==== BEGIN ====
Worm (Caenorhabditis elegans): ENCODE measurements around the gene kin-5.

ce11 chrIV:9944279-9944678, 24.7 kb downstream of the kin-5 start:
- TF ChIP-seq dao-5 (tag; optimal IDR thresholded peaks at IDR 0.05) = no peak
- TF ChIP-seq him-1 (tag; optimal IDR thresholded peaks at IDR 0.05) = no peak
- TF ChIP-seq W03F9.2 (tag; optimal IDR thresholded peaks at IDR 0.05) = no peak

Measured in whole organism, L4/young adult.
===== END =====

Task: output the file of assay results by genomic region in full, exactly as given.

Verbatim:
Worm (Caenorhabditis elegans): ENCODE measurements around the gene kin-5.

ce11 chrIV:9944279-9944678, 24.7 kb downstream of the kin-5 start:
- TF ChIP-seq dao-5 (tag; optimal IDR thresholded peaks at IDR 0.05) = no peak
- TF ChIP-seq him-1 (tag; optimal IDR thresholded peaks at IDR 0.05) = no peak
- TF ChIP-seq W03F9.2 (tag; optimal IDR thresholded peaks at IDR 0.05) = no peak

Measured in whole organism, L4/young adult.